• Generators/air compressors/welders. Generators, air compressors and welders are versatile pieces of equipment, have high rental costs and are easily attached to any trailer hitch. Generators are useful in the private and commercial sector. With today’s high energy costs, generators are prime targets for theft. Air compressors and welders are also used universally in construction and are attractive to thieves looking to use them on another job or resell them below market value.
  • Skid Steers. Skid steers are popular smaller pieces of equipment that are versatile and multifunctional, as well as easily moved between jobsites. Based on ease of transport and the high demand, skid steers are top targets for thieves. This trend will likely remain as the construction industry continues to produce smaller pieces of equipment.

Theft is costly to owners of construction equipment, who not only lose valuable tools, but also pay the price of business downtime. Both equipment owners and renters alike can implement a number of best practices to protect their construction equipment from theft:

  • Be aware. Equipment owners must be aware of all the logistics of a project that will require equipment. Always be familiar with the jobsite and how equipment will be stored after hours or when projects are on hold. If renting out equipment, require proper identification for each applicant and require that the applicant disclose information about who will be operating the equipment. Similarly, if you own equipment and are managing a construction project, conduct thorough background checks on operators. Even when owners are familiar with the jobsite, they can significantly minimize theft by picking up their equipment as soon as possible.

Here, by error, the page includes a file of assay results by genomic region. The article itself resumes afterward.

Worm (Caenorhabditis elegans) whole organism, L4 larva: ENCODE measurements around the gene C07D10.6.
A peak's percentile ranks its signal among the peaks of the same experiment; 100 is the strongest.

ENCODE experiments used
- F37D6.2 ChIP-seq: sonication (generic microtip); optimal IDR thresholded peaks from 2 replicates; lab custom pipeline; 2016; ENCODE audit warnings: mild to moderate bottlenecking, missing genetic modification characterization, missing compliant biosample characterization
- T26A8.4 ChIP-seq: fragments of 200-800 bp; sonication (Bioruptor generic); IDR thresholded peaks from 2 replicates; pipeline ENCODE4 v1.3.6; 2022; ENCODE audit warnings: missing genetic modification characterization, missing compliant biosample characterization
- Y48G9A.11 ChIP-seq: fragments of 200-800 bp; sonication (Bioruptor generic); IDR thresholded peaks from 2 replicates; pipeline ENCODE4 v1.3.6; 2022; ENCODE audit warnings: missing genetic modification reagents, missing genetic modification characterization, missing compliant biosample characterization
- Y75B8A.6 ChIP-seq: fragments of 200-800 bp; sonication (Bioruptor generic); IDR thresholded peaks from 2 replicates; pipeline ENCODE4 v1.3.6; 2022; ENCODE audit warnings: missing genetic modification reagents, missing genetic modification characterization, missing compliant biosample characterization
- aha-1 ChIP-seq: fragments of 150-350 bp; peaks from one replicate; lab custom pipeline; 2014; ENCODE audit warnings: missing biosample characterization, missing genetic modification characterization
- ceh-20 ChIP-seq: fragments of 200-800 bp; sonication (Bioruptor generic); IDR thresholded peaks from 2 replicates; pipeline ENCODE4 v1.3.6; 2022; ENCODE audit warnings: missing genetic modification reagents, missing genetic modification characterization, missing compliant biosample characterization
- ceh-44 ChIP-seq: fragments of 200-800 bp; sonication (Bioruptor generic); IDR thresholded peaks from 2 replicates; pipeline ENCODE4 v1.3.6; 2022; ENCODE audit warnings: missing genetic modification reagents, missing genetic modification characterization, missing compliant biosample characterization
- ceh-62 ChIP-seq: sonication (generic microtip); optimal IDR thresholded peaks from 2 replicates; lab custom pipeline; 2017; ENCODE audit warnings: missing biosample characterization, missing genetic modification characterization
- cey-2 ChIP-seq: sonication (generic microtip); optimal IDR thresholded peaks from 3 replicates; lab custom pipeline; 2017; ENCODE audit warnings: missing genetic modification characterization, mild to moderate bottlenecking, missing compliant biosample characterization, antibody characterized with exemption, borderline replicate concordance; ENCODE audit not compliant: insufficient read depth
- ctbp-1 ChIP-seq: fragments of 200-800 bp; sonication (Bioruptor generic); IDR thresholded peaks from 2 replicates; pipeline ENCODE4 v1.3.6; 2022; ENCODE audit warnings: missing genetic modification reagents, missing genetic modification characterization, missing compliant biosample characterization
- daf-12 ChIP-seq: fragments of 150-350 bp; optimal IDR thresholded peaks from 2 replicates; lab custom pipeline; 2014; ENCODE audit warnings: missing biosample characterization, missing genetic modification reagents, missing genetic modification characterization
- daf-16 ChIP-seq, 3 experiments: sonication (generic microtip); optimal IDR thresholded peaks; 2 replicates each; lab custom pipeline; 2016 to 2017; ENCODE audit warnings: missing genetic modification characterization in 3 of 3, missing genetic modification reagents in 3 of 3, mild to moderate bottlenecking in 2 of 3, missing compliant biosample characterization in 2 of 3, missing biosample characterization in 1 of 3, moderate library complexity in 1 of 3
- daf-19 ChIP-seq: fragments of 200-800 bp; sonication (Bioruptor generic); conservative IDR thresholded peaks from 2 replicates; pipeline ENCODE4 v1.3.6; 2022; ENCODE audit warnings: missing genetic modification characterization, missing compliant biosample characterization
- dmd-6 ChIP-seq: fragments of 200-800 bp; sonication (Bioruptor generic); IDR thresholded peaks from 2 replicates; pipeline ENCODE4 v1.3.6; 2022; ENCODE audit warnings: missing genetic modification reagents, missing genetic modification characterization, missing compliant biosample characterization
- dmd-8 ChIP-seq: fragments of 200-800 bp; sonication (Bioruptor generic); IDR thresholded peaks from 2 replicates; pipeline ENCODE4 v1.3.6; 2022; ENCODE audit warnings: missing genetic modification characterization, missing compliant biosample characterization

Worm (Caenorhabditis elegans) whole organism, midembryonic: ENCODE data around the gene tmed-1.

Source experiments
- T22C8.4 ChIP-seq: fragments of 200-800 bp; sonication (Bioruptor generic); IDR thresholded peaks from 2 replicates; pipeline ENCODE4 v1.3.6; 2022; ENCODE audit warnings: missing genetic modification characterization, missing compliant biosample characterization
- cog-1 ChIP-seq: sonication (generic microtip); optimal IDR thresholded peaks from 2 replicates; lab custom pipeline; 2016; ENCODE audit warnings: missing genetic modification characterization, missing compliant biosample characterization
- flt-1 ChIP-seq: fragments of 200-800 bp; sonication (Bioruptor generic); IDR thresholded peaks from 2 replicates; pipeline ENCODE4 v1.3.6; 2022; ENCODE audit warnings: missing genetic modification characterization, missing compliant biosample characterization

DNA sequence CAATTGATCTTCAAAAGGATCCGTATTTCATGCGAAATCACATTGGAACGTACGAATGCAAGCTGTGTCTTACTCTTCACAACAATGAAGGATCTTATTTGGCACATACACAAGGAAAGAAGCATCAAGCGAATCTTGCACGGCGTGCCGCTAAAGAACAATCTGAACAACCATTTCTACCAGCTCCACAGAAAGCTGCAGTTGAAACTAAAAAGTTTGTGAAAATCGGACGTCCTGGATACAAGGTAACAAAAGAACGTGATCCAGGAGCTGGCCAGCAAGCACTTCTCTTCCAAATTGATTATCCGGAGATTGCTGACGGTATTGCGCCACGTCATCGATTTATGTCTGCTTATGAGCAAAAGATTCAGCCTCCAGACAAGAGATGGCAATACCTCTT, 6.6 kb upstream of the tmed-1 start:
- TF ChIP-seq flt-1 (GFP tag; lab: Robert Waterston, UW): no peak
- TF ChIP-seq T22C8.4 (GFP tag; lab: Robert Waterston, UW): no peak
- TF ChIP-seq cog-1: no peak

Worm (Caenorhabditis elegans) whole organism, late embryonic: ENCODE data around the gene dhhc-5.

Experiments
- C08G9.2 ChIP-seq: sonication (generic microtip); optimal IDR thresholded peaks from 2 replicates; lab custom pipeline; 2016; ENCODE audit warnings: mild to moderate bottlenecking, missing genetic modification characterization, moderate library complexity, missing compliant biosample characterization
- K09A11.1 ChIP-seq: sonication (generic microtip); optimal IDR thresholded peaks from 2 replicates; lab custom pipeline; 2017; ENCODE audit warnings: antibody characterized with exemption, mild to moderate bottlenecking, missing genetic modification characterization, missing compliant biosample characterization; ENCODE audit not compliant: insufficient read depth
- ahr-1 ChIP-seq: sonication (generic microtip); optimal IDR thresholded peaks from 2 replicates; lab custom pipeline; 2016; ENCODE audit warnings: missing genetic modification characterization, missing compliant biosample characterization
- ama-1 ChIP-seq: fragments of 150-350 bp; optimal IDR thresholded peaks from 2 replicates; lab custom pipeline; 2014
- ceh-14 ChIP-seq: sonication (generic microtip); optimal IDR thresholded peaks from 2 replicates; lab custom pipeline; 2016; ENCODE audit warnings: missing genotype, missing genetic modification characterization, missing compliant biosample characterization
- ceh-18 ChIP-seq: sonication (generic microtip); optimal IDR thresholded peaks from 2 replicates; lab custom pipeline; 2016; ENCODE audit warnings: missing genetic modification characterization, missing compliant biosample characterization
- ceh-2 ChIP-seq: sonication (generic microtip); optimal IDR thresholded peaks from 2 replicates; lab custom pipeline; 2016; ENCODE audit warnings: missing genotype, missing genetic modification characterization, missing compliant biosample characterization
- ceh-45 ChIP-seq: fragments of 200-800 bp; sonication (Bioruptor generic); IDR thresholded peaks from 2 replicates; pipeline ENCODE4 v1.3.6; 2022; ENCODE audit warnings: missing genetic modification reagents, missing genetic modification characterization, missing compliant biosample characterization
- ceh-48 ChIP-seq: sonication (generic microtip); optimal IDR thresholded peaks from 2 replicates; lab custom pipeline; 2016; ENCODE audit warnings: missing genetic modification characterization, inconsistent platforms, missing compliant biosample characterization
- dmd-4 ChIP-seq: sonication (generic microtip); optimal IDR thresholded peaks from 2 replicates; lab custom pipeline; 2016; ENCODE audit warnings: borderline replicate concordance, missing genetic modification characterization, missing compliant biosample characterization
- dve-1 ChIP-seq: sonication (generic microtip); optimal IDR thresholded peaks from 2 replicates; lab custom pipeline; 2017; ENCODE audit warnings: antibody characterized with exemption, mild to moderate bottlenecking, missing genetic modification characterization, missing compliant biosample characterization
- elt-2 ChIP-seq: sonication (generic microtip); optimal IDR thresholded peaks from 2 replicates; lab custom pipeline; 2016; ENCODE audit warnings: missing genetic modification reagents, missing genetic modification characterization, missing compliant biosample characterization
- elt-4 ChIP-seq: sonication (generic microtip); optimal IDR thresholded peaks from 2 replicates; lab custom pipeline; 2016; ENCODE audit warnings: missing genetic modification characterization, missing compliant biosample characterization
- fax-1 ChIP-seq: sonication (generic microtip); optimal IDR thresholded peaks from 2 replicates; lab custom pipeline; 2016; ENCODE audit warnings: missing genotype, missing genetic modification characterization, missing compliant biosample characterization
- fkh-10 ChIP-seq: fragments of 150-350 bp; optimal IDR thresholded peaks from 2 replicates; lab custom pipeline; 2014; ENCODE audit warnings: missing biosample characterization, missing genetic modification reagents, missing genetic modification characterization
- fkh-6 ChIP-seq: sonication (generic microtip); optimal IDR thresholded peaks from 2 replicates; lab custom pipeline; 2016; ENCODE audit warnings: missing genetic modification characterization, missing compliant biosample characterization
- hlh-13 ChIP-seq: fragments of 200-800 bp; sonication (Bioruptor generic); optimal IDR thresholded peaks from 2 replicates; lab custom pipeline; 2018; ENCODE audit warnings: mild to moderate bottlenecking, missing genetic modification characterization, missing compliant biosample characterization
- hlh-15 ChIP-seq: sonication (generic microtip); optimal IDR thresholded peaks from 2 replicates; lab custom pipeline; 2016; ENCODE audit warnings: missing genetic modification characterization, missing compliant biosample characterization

• Invest in security measures. Invest in layers of protection, such as security personnel to monitor jobsites on weekends and holidays. Even when equipment is not being used for a job, hire security to check on stagnant equipment. Various theft prevention devices that owners can install to ward off thieves are also available. Most telematics solutions today feature geofencing technology that can detect when a piece of equipment is being moved from its rightful place. Covert theft recovery devices can help police locate stolen equipment quickly and without alerting the thief that he or she is being tailed.
  • Report incidents of theft/fraud. In the event that you fall victim to equipment theft, always report the full details of the incident to local authorities. This information will protect you from being targeted in the future and inform investigations that may help police catch repeat offenders. Rental equipment owners should also report any fraudulent applications they receive to decrease the risk of future fraud incidents.

Putting these practices in place will help protect construction equipment and preserve company resources. Thieves target properties that can be taken with ease and look to quickly turn a profit. While police have actively cracked down on auto theft, criminals who normally would have stolen vehicles now have discovered that equipment theft is also a lucrative business. Equipment owners must be knowledgeable about all aspects of a job and invest in security so they don’t end up paying later. If they don’t take the necessary precautions to protect equipment from theft, a job can end up costing a business profits and in some cases, compromise future projects.